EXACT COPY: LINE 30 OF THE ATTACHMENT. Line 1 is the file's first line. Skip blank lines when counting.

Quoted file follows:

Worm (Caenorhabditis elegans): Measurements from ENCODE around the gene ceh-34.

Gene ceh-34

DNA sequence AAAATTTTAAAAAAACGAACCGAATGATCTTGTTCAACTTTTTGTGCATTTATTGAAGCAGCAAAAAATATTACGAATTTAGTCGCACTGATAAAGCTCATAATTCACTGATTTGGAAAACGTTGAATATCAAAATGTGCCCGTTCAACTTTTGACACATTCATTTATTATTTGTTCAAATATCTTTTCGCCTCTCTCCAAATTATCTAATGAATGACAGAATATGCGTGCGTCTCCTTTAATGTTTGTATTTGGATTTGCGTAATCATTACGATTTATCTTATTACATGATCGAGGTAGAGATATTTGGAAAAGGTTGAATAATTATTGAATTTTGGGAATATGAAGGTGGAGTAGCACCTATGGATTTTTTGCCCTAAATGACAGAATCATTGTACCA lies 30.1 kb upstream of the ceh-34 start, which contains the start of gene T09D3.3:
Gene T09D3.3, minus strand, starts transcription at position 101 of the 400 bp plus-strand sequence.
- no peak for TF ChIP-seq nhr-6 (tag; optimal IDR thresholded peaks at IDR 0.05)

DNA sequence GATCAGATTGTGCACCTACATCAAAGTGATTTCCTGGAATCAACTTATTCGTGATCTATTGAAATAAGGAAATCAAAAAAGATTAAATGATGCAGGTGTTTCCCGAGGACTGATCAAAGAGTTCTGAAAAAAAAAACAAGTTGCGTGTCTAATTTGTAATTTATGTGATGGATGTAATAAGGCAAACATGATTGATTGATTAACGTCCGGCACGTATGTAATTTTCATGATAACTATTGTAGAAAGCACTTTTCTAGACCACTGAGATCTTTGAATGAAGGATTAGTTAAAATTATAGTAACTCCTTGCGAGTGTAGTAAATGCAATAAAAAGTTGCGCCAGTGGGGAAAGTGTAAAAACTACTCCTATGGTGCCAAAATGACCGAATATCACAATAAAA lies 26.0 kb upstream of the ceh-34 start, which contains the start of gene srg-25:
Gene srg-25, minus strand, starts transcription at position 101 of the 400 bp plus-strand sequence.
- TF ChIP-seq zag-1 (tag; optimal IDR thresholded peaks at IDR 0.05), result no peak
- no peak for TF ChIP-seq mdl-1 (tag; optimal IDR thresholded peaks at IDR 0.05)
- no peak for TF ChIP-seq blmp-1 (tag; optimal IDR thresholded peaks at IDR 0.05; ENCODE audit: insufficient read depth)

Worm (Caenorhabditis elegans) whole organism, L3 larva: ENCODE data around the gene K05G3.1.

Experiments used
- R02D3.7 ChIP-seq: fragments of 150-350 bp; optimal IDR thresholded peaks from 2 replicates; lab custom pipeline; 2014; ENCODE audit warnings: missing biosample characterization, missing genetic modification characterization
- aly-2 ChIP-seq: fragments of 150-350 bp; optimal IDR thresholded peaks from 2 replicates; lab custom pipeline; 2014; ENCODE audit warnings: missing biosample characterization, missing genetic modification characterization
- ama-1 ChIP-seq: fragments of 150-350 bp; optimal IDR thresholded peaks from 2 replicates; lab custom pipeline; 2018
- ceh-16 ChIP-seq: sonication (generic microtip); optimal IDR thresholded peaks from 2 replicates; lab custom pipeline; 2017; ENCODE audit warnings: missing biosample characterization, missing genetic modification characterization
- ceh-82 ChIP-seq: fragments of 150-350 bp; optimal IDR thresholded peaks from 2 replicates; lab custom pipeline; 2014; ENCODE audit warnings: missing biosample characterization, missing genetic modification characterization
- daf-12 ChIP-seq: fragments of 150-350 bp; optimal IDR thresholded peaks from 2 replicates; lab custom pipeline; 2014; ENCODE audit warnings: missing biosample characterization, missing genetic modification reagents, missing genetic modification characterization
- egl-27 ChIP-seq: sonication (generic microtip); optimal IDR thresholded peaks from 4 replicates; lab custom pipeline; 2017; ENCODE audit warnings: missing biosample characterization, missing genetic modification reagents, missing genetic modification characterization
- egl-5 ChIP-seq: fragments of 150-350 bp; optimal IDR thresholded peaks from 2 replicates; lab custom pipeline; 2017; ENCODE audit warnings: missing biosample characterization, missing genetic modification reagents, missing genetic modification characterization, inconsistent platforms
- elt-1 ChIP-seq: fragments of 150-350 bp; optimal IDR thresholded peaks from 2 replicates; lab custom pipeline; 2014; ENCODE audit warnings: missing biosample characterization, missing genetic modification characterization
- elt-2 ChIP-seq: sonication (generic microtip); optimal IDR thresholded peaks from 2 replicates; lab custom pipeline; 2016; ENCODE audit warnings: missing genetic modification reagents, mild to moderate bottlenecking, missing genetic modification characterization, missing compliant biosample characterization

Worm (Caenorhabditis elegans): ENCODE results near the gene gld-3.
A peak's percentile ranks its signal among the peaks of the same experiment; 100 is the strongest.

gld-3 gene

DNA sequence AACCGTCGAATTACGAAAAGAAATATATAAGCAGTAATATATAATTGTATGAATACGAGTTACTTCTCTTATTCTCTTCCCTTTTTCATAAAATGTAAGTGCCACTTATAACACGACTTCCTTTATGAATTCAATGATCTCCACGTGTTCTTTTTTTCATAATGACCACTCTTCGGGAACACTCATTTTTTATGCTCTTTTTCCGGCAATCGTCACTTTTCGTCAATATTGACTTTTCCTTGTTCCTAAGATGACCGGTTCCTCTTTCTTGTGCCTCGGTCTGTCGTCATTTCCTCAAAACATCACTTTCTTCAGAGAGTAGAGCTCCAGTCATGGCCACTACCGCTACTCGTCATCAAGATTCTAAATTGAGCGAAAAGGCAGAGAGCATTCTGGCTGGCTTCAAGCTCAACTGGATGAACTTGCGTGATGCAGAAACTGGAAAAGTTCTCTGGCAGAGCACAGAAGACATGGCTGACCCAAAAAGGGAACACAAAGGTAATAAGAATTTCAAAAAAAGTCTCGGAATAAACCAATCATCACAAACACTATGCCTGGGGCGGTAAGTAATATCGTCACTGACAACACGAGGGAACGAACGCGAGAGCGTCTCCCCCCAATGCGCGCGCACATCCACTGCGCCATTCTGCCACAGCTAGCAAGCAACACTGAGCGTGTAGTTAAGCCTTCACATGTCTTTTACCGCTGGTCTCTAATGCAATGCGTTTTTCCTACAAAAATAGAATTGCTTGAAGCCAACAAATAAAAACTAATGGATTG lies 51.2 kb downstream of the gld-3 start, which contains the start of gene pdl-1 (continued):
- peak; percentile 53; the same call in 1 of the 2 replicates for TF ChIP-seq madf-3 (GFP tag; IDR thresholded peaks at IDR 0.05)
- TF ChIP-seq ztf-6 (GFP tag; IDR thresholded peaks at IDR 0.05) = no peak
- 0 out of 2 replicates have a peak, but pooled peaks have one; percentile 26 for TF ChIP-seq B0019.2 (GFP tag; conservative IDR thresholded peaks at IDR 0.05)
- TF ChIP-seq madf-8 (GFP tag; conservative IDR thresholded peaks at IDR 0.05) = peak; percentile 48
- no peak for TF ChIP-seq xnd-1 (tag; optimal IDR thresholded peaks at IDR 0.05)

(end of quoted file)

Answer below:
- TF ChIP-seq madf-8 (GFP tag; conservative IDR thresholded peaks at IDR 0.05) = peak; percentile 48